HRT Guidelines Favor Individualized Approach to Menopause

Pam Harrison

October 08, 2015

New guidelines for the treatment of menopausal symptoms are giving the green light to hormone-replacement therapy (HRT) for carefully selected women at low risk for cardiovascular disease (CVD) and breast cancer and who are both bothered by their symptoms and are eager to take HRT.

This latest advice was published online October 7, 2015 and will appear in the November issue of the Journal of Clinical Endocrinology and Metabolism.

"We have to be mindful of the individual health concerns of our patients and first ask: 'Is HRT going to be safe for her to take?' " Cynthia Stuenkel, MD, from the University of California, San Diego, and task force chair of the new guidelines, said during a virtual press conference. Women are eligible for HRT if they are under the age of 60 and are no more than 10 years into menopause, Dr Stuenkel emphasized.

Physicians also need to assess a patient's baseline risk for CVD or breast cancer — a high risk for either condition can constitute a contraindication to use of HRT.

Standard CVD risk-assessment scores from organizations such as the American Heart Association can be used to identify women who are at moderate or low risk for CVD events; women falling into both of these categories can be considered for HRT.

For cancer, the National Cancer Institute Breast Cancer Risk Assessment Tool allows physicians to calculate a woman's 5-year risk of invasive breast cancer, while the International Breast Intervention Study calculator predicts a woman's 10-year and lifetime risk.

Vasomotor and Genitourinary Symptoms Warrant Intervention

Menopause symptoms frequently start in the years before the final menstrual period and can last, with unpredictable duration, from a few years to more than 13 years.

The two main symptoms the Endocrine Society's new guidelines specifically target are vasomotor symptoms (hot flushes/flashes/night sweats) and genitourinary symptoms (vaginal dryness or discharge, pain, burning or itching, urinary frequency, recurrent urinary tract infections).

"The most effective therapy [for both sets of symptoms] is HRT," Dr Stuenkel said.

"But we have listed many other nonhormonal and over-the-counter [OTC] options that physicians can use as well, and each of these options can be discussed with patients."

It is less clear whether anxiety, irritability, depression, palpitations, skin dryness, loss of libido, and fatigue can be attributed to menopause, the new guidelines state.

Candidates for HRT can receive estrogen replacement alone if they are without a uterus; if women have a uterus, they require the combination of estrogen plus progestogen to prevent endometrial hyperplasia and cancer.

Additional hormonal options for women with a uterus include estrogen combined with bazedoxifene and tibolone where available.

Other medical options recommended by the Endocrine Society include:

  • Transdermal estrogen therapy by patch, gel, or spray for women who want HRT but who have an increased risk of venous thromboembolism.

  • Selective serotonin-reuptake inhibitors, serotonin/norepinephrine-reuptake inhibitors, gabapentin, or pregabalin are recommended for women who want medication to manage moderate to severe hot flashes but who prefer either not to take HRT or have significant risk factors that make HRT inadvisable.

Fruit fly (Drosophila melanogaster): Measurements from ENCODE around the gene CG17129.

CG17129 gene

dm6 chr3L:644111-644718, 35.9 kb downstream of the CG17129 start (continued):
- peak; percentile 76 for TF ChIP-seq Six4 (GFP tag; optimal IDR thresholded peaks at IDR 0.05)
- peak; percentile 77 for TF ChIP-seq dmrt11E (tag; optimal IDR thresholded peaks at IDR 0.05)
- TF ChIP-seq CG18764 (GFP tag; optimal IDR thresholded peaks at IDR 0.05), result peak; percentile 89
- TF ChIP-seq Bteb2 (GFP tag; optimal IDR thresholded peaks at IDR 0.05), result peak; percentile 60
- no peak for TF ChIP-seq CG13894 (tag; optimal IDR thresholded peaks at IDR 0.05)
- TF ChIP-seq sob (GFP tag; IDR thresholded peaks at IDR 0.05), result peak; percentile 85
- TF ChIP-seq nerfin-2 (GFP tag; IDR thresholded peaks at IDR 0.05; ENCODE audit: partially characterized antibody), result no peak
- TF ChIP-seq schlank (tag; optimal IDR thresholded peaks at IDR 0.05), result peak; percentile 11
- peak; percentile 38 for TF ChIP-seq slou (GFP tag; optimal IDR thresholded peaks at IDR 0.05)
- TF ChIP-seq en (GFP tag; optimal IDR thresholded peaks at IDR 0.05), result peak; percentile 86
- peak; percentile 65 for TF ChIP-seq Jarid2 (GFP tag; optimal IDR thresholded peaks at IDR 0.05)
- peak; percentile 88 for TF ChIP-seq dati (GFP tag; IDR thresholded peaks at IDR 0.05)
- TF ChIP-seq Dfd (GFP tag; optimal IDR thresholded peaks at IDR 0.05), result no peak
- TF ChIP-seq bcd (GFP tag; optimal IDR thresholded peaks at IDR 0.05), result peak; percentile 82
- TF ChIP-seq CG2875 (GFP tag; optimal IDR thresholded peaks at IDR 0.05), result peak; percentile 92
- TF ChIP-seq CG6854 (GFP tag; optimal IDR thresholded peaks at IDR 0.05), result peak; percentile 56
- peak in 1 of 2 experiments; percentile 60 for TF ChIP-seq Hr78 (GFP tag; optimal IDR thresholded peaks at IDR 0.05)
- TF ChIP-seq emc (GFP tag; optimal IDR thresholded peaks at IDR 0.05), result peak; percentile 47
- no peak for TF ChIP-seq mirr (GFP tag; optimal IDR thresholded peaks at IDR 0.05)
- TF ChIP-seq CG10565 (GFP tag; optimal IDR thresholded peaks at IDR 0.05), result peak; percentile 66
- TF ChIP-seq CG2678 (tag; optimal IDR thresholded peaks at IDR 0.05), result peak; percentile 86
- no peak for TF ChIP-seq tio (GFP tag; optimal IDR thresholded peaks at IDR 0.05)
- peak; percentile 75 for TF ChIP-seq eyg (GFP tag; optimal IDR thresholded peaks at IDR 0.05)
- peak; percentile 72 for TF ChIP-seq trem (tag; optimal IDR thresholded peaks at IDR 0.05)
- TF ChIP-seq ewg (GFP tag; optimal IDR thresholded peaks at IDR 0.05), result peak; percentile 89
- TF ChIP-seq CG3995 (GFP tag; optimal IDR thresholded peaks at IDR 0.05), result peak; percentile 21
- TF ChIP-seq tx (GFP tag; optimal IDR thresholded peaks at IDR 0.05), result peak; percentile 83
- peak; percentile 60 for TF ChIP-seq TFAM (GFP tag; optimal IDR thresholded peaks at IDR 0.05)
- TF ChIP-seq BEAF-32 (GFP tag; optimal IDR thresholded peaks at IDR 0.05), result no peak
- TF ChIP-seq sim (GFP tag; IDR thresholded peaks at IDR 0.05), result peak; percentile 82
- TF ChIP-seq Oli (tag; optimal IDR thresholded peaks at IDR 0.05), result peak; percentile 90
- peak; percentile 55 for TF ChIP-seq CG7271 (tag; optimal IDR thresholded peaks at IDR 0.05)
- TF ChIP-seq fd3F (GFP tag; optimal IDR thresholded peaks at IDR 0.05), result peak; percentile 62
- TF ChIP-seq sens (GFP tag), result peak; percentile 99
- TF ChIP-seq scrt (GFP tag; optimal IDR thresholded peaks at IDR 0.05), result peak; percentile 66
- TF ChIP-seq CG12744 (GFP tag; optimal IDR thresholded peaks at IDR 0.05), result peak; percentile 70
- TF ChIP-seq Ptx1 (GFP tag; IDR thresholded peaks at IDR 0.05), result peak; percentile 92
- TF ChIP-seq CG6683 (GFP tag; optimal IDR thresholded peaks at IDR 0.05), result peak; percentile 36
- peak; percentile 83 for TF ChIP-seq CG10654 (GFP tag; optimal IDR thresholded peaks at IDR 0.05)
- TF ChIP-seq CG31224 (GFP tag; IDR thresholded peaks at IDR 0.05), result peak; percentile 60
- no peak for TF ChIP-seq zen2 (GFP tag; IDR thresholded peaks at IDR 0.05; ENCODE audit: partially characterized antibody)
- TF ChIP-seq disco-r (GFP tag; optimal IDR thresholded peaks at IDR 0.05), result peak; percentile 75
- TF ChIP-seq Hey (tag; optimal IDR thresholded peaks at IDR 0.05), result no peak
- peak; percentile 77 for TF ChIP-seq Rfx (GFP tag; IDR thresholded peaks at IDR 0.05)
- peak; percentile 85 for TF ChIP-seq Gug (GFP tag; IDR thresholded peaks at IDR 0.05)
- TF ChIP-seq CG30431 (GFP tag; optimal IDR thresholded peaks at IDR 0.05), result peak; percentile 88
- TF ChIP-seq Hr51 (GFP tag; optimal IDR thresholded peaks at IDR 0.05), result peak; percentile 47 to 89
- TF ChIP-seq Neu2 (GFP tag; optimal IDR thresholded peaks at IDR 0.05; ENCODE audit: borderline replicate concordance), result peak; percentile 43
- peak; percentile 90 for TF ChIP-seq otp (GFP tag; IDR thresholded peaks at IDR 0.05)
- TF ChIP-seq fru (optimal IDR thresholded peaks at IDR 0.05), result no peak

• Low-dose vaginal estrogen therapy may be used to treat genitourinary symptom, but even low-dose vaginal estrogen is relatively contraindicated in women with a history of an estrogen-dependent cancer.

Impact of Menopausal Symptoms "Substantial"

"The impact of severe menopausal symptoms on quality of life may be substantial," Dr Stuenkel noted.

In light of this, there are circumstances under which a woman with a history of coronary artery disease or even breast cancer might choose to accept a degree of risk that initially might outweigh the benefits of HRT.

Nevertheless, patients should be fully informed about the risks and benefits of HRT to enable them to make a decision that best balances these risk and benefits, Dr Stuenkel emphasized.

"We in the Endocrine Society were dismayed by the incredible drop-off in the use of HRT [following the Women's Health Initiative study]," she noted.

A 2012 Endocrine Society survey found that 72% of women currently experiencing menopause symptoms had not received any treatment for them.

"And while we don't blame the average clinician for being confused or frustrated by all the contradictory data that have emerged over the past decade, we wanted to take a strong stance to simplify these data and to say that in carefully selected women, HRT will be the most effective therapy we have for menopausal symptoms," Dr Stuenkel added.

"So…the data we present in our guidelines help substantiate why HRT is a reasonable approach for carefully selected women, and physicians should be revisiting this question annually with their patients to discuss their decision regarding HRT and perhaps modify it if other health concerns have arisen in the preceding year."

Stopping HRT an Individual Choice, Too

The guidelines also state that the approach to discontinuation of HRT is an individual choice, too.

Menopausal symptoms and joint pain can recur when HRT is discontinued, and, depending on the severity of the symptoms, women may elect to restart HRT, perhaps at a lower dose, or seek relief with nonhormonal therapies.

"Anecdotally, some women find that a very low dose…maintains adequate symptom relief and well-being and prefer that to complete discontinuation," state the recommendations.

Resources for patients are available at The Hormone Health Network also offers a digital toolkit for healthcare providers.

Dr Stuenkel had no relevant financial relationships.

J Clin Endocrinol Metab. Published online October 7, 2015. Abstract


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